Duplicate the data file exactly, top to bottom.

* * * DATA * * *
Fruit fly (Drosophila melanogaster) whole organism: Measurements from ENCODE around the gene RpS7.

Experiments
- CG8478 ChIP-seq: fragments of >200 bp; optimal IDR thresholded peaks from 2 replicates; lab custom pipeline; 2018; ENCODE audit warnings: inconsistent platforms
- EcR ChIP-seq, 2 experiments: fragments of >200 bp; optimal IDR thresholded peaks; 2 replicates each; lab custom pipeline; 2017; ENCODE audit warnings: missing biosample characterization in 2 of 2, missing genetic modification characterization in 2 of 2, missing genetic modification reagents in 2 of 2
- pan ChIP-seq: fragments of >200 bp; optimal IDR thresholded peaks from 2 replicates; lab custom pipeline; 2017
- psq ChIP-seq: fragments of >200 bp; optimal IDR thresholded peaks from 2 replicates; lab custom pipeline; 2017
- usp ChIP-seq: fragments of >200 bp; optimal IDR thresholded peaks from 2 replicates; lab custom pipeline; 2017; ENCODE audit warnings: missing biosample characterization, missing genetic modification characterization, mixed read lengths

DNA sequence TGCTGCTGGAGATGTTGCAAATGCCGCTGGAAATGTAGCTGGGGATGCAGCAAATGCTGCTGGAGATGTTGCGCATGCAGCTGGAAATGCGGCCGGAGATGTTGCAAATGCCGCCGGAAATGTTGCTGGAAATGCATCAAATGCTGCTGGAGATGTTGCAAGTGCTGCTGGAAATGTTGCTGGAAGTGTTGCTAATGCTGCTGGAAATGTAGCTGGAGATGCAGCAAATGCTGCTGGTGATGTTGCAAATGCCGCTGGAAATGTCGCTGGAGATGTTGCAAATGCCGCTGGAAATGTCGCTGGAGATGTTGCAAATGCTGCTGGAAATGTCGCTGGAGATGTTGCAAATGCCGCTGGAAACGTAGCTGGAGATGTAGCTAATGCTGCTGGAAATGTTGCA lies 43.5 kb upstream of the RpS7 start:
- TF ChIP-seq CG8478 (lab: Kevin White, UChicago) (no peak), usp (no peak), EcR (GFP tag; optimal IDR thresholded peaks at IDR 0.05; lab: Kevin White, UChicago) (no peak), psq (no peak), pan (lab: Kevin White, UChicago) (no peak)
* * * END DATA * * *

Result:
Fruit fly (Drosophila melanogaster) whole organism: Measurements from ENCODE around the gene RpS7.

Experiments
- CG8478 ChIP-seq: fragments of >200 bp; optimal IDR thresholded peaks from 2 replicates; lab custom pipeline; 2018; ENCODE audit warnings: inconsistent platforms
- EcR ChIP-seq, 2 experiments: fragments of >200 bp; optimal IDR thresholded peaks; 2 replicates each; lab custom pipeline; 2017; ENCODE audit warnings: missing biosample characterization in 2 of 2, missing genetic modification characterization in 2 of 2, missing genetic modification reagents in 2 of 2
- pan ChIP-seq: fragments of >200 bp; optimal IDR thresholded peaks from 2 replicates; lab custom pipeline; 2017
- psq ChIP-seq: fragments of >200 bp; optimal IDR thresholded peaks from 2 replicates; lab custom pipeline; 2017
- usp ChIP-seq: fragments of >200 bp; optimal IDR thresholded peaks from 2 replicates; lab custom pipeline; 2017; ENCODE audit warnings: missing biosample characterization, missing genetic modification characterization, mixed read lengths

DNA sequence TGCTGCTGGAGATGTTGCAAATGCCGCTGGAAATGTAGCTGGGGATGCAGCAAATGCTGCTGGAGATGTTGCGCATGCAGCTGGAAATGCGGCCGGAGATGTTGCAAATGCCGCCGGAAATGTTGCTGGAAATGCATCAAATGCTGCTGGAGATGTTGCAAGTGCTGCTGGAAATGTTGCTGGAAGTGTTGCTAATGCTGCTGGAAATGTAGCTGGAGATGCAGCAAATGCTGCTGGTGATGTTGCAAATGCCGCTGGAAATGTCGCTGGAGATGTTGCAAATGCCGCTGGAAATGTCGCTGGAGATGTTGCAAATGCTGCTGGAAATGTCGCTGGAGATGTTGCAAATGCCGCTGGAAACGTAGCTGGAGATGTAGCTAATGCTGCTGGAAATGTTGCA lies 43.5 kb upstream of the RpS7 start:
- TF ChIP-seq CG8478 (lab: Kevin White, UChicago) (no peak), usp (no peak), EcR (GFP tag; optimal IDR thresholded peaks at IDR 0.05; lab: Kevin White, UChicago) (no peak), psq (no peak), pan (lab: Kevin White, UChicago) (no peak)